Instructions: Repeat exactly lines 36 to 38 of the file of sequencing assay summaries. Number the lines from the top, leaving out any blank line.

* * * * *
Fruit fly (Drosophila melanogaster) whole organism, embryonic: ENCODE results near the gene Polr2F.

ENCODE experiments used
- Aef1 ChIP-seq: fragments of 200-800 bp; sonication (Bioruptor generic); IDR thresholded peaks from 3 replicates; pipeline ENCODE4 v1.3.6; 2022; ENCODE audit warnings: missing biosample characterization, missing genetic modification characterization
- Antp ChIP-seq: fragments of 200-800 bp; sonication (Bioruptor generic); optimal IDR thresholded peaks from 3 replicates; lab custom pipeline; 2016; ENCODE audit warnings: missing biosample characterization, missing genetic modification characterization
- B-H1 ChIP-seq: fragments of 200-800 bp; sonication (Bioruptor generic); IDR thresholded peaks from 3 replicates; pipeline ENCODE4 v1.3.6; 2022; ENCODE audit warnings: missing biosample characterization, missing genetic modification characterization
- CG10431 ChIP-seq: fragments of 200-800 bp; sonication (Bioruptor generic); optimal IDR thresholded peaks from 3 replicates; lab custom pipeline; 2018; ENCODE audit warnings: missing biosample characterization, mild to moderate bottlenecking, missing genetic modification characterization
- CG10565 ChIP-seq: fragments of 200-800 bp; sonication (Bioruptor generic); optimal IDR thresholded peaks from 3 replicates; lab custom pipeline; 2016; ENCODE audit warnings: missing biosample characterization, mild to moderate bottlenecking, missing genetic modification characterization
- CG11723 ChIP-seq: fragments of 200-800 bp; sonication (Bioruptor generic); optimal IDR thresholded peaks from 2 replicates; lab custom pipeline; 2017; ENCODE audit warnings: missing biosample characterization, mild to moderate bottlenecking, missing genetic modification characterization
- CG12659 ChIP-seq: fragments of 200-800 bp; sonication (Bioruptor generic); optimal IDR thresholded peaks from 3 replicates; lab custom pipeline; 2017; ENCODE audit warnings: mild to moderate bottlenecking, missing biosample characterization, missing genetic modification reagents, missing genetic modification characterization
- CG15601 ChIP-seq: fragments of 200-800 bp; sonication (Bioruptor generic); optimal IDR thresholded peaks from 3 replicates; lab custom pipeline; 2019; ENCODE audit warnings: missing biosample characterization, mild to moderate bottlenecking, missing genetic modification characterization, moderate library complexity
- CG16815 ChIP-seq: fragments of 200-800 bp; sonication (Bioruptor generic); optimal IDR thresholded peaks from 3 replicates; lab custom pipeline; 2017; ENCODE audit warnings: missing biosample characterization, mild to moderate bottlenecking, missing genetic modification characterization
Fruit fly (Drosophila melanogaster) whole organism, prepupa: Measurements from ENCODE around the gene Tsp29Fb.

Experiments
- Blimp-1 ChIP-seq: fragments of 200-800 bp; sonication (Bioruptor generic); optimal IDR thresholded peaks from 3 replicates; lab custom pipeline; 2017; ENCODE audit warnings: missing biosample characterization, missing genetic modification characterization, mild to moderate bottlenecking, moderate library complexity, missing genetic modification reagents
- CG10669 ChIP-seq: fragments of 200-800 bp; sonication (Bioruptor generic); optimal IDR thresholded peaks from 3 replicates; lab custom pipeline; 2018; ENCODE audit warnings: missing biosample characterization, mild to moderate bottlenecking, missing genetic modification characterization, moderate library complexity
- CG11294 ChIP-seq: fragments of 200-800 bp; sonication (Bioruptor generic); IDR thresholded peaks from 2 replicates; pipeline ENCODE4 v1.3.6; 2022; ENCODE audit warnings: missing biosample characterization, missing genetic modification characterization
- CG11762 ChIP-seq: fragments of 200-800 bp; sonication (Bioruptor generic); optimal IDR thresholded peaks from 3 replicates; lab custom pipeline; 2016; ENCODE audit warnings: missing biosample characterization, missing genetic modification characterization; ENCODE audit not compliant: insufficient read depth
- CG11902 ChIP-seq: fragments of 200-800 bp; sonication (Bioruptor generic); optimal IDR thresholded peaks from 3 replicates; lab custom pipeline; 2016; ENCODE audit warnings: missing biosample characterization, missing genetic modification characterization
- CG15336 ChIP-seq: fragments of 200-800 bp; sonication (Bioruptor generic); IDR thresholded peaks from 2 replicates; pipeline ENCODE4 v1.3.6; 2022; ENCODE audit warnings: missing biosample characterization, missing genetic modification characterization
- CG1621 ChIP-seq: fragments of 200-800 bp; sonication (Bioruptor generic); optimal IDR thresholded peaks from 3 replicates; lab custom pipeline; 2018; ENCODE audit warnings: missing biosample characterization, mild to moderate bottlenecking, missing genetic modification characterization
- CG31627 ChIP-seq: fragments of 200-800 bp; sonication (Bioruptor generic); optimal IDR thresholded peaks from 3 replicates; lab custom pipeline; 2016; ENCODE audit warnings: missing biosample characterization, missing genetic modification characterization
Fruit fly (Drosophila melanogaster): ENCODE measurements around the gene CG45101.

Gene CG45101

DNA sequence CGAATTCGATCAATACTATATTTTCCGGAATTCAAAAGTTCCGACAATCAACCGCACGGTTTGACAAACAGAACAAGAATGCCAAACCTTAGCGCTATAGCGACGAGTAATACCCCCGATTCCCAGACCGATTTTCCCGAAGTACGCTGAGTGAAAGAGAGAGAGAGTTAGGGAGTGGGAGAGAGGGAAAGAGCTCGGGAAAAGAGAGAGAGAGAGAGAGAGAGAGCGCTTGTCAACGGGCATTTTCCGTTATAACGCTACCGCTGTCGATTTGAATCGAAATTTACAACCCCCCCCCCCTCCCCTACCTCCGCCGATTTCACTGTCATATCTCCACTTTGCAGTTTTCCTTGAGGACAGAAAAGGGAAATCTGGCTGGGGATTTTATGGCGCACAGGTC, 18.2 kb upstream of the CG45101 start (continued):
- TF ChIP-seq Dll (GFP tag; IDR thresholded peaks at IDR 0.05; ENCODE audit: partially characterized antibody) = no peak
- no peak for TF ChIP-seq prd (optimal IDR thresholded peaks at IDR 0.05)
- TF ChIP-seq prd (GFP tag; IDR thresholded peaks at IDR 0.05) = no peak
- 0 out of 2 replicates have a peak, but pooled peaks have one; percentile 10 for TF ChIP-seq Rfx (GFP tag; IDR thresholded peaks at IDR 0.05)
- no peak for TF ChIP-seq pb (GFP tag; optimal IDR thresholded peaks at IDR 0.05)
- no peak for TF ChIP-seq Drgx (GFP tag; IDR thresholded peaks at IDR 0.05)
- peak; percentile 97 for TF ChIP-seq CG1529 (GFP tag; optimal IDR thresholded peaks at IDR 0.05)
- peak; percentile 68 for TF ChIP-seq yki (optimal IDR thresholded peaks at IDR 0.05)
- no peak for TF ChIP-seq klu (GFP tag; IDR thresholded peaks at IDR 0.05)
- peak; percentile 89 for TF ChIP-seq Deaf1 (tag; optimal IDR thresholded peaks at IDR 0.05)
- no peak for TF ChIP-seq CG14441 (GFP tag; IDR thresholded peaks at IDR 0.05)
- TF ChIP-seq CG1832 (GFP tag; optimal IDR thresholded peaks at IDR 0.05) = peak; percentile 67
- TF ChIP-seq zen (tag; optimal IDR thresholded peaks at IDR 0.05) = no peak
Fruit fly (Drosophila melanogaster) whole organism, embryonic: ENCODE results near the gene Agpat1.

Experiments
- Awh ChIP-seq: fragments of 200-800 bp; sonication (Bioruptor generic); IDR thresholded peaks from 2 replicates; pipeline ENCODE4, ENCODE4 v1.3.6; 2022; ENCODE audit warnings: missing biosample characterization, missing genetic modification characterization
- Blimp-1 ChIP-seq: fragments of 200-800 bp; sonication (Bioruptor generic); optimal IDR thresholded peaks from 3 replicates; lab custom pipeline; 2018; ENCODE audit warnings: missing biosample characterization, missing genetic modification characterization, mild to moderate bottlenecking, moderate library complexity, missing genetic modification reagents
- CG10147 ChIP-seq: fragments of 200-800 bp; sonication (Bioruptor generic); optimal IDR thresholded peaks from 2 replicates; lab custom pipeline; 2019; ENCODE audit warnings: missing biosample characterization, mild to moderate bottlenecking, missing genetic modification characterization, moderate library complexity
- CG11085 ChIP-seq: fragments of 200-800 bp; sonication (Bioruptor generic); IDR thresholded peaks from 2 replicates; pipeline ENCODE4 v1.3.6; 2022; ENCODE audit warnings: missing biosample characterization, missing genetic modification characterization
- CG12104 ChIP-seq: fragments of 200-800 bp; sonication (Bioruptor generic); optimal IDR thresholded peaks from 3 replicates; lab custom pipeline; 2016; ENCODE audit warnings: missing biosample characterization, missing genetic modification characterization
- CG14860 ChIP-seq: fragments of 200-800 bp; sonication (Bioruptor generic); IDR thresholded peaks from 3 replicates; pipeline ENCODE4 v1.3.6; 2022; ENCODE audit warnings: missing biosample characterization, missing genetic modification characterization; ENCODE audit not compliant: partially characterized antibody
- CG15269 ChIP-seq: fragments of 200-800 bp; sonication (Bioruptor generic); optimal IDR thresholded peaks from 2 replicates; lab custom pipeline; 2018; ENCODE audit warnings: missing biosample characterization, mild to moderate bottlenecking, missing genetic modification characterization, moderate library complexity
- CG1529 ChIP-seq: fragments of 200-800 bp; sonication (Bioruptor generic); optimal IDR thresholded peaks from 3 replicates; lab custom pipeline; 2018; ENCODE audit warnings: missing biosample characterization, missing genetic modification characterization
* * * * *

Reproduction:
- TF ChIP-seq CG1832 (GFP tag; optimal IDR thresholded peaks at IDR 0.05) = peak; percentile 67
- TF ChIP-seq zen (tag; optimal IDR thresholded peaks at IDR 0.05) = no peak
Fruit fly (Drosophila melanogaster) whole organism, embryonic: ENCODE results near the gene Agpat1.